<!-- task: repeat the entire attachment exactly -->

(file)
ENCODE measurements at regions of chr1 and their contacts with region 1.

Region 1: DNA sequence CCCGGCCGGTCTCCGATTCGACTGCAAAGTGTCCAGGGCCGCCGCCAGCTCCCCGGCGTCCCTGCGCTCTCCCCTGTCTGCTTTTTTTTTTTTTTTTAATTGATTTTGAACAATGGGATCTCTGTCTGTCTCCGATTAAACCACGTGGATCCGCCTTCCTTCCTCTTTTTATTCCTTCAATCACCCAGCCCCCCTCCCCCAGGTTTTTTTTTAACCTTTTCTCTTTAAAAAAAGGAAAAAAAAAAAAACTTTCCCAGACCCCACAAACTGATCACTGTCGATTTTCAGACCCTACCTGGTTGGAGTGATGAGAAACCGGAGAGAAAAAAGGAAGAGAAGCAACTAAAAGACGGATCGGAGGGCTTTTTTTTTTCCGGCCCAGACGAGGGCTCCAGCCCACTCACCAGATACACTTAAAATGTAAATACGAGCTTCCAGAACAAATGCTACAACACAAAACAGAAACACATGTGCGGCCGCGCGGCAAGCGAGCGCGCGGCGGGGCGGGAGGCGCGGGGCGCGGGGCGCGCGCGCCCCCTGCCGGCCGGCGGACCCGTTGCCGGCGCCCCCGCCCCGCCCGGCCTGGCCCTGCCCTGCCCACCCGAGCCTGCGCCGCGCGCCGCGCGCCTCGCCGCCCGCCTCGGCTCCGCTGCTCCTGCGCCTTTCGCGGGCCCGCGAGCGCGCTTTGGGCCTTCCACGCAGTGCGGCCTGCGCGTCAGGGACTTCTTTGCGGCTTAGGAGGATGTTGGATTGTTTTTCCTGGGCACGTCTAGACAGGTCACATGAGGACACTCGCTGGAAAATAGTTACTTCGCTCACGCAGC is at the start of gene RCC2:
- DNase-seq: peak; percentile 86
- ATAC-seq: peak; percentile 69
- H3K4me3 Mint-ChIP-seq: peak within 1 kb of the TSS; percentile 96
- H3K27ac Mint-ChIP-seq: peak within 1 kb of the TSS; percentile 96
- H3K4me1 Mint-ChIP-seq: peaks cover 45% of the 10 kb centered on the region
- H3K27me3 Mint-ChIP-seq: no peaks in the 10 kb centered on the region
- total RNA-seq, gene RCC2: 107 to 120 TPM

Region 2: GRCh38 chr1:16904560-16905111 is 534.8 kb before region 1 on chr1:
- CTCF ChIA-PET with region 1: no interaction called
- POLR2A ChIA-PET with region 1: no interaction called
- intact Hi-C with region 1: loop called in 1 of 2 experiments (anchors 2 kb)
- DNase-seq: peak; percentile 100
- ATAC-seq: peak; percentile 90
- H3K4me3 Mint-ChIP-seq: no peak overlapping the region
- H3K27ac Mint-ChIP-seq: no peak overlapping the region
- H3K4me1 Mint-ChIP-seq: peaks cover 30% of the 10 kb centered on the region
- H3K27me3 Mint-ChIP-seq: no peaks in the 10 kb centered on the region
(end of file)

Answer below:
ENCODE measurements at regions of chr1 and their contacts with region 1.

Region 1: DNA sequence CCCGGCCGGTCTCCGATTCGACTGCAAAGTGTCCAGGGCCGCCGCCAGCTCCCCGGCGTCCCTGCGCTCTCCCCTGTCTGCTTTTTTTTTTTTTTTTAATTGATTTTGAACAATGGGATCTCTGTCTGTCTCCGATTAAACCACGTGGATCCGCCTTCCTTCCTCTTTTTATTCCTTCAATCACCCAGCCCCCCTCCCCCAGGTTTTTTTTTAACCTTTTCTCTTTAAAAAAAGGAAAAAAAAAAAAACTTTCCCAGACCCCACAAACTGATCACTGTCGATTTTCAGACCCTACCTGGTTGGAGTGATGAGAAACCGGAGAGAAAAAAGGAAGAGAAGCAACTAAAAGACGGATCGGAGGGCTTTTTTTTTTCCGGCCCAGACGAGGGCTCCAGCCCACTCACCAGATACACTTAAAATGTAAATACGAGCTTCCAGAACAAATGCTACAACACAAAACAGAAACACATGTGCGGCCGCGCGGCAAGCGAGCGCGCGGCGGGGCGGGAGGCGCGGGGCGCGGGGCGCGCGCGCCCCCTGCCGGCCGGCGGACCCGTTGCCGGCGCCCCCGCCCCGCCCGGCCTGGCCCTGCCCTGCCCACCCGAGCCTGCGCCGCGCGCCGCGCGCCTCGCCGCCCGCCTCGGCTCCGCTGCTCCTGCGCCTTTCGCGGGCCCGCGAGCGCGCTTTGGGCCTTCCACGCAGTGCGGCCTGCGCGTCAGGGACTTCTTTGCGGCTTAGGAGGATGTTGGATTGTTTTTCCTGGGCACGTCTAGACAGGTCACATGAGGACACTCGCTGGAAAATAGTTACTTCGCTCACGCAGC is at the start of gene RCC2:
- DNase-seq: peak; percentile 86
- ATAC-seq: peak; percentile 69
- H3K4me3 Mint-ChIP-seq: peak within 1 kb of the TSS; percentile 96
- H3K27ac Mint-ChIP-seq: peak within 1 kb of the TSS; percentile 96
- H3K4me1 Mint-ChIP-seq: peaks cover 45% of the 10 kb centered on the region
- H3K27me3 Mint-ChIP-seq: no peaks in the 10 kb centered on the region
- total RNA-seq, gene RCC2: 107 to 120 TPM

Region 2: GRCh38 chr1:16904560-16905111 is 534.8 kb before region 1 on chr1:
- CTCF ChIA-PET with region 1: no interaction called
- POLR2A ChIA-PET with region 1: no interaction called
- intact Hi-C with region 1: loop called in 1 of 2 experiments (anchors 2 kb)
- DNase-seq: peak; percentile 100
- ATAC-seq: peak; percentile 90
- H3K4me3 Mint-ChIP-seq: no peak overlapping the region
- H3K27ac Mint-ChIP-seq: no peak overlapping the region
- H3K4me1 Mint-ChIP-seq: peaks cover 30% of the 10 kb centered on the region
- H3K27me3 Mint-ChIP-seq: no peaks in the 10 kb centered on the region